|scientific name Chlosyne acastus |
common name Sagebrush Checkerspot
Prairie badlands and grasslands.
One flight per year, peaking in late June to late July.
The orange and black-brown patterned upperside, and prominent creamy-white spots of the hindwing underside, are characteristic of three of our Chlosyne, namely acastus, palla, and damoetas. Acastus has more extensive whitish underside markings and a lighter orange upperside than palla and damoetas. The habitat and range of acastus does not overalp with the other similar Chlosyne species in Alberta.
Alberta populations are subspecies acastus.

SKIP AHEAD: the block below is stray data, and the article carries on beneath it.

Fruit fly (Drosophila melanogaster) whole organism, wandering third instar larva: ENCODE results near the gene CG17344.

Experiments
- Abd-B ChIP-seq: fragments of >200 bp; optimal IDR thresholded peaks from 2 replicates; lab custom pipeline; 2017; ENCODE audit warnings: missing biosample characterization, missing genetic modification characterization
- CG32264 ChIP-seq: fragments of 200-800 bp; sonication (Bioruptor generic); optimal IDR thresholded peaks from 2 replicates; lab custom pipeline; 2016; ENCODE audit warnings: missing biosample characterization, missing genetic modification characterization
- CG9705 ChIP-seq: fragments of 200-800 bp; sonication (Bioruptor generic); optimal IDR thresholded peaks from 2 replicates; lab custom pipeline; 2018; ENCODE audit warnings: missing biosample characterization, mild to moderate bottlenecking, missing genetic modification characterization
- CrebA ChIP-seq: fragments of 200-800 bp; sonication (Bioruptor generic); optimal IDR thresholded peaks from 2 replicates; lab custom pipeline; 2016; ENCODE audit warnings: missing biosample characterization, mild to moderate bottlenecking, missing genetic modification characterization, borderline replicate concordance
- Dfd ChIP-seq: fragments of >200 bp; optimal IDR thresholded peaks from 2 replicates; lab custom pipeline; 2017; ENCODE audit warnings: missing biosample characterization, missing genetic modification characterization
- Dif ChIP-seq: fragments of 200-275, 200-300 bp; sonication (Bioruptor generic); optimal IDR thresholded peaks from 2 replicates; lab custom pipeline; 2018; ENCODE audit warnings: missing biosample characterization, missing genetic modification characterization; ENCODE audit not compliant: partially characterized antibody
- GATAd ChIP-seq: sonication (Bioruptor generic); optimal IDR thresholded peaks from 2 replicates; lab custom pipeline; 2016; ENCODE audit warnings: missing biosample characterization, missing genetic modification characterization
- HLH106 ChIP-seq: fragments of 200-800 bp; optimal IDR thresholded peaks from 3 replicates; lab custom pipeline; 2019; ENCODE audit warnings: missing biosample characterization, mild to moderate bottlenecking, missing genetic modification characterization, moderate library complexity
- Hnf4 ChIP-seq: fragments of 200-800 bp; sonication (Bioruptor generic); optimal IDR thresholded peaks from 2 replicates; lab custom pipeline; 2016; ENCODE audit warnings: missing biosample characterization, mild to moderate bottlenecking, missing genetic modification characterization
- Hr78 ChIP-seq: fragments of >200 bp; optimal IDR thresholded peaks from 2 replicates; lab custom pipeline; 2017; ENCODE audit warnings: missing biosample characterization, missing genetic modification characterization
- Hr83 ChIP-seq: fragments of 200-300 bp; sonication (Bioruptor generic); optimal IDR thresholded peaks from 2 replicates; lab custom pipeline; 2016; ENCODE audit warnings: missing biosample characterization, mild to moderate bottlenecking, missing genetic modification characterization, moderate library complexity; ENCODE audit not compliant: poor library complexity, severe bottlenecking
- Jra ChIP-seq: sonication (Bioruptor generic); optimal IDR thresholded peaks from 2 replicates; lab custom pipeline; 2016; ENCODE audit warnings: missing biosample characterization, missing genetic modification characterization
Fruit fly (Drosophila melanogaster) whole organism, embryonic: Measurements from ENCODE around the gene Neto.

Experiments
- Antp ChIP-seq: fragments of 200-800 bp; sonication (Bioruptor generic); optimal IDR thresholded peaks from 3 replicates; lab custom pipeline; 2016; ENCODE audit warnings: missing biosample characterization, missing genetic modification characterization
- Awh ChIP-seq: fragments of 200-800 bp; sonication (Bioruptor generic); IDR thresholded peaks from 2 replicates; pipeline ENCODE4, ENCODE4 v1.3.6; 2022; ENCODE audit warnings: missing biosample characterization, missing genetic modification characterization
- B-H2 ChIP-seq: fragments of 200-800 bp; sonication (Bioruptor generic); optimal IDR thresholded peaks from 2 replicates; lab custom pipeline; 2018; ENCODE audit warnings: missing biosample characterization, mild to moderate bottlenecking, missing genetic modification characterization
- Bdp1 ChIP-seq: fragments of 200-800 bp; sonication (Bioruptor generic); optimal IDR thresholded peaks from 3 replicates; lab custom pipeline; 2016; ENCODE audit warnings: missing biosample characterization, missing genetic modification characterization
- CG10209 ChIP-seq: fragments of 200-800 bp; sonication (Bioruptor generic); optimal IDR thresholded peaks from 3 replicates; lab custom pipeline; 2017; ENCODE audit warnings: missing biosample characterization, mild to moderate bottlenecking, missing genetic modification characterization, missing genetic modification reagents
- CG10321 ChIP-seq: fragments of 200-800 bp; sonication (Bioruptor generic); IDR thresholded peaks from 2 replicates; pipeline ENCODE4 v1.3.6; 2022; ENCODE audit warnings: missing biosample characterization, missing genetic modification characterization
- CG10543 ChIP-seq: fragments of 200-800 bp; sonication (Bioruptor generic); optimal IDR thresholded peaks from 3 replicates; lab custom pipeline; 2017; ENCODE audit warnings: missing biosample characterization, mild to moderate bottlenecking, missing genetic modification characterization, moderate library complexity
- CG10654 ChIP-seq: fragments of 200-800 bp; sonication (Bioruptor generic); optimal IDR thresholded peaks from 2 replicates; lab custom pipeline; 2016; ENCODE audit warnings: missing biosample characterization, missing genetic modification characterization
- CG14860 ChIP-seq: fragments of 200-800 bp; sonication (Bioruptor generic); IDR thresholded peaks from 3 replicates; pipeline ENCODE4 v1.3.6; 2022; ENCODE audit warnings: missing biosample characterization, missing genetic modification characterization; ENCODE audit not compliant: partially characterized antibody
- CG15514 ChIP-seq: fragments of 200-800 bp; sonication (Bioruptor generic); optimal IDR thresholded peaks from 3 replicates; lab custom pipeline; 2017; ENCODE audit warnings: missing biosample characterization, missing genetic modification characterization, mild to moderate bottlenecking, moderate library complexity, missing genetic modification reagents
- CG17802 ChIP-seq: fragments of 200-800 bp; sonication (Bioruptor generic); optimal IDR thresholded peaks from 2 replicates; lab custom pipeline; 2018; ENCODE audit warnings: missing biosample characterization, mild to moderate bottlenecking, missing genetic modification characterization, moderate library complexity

Very little life history data is available for Canadian populations. The larvae are black and spiny, and feed in groups until reaching the third instar (Scott 1986). The Sagebrush Checkerspot has two and occasionally three broods in the southwest US (Scott 1986). The unusually long flight period reported for Alberta (8 May to 5 September, Bird et al. 1995) and Saskatchewan (28 May to 7 August, Hooper 1973) are indicative of an occasional or partial second brood.
Ranked "Sensitive" in Alberta; dependent primarily on prairie badlands habitat.
The only reported larval host in Canada is an aster, Machaerantha canescens (Bird et al. 1995), which closely matches the prairie badlands distribution of acastus (Moss 1992). Adults nectar at thistles (Bird et al. 1995).
Southern Alberta and Saskatchewan south to New Mexico and California (Scott 1986). In Alberta, most common along the Red Deer River badlands, north to Dry Island Buffalo Jump (Bird et al. 1995).
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